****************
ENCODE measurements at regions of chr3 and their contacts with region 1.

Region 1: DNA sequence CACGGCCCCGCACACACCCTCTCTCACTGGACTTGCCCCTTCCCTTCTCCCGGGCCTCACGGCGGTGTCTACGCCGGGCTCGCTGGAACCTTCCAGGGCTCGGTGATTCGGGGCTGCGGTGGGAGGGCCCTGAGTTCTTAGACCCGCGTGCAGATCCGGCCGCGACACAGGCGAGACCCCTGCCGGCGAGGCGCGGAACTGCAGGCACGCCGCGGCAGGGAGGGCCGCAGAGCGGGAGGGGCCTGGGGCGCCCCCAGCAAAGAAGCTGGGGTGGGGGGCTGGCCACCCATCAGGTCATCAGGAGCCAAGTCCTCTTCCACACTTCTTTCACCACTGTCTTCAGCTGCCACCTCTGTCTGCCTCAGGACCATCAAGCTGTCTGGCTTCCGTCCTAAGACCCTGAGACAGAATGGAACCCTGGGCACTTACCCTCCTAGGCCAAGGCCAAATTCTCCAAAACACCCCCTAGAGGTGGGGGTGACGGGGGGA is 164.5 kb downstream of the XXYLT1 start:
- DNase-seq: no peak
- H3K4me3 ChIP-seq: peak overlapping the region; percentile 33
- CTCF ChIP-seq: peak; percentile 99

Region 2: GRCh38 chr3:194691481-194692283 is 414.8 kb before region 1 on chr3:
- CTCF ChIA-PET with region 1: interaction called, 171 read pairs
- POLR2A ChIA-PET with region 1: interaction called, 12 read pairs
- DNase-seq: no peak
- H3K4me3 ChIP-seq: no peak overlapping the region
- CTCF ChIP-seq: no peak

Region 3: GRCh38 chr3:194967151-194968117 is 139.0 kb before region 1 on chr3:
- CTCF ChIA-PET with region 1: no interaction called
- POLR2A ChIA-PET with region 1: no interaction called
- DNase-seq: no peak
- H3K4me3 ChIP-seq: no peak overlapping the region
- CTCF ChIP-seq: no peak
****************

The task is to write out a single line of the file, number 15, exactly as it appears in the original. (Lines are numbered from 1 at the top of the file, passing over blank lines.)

- DNase-seq: no peak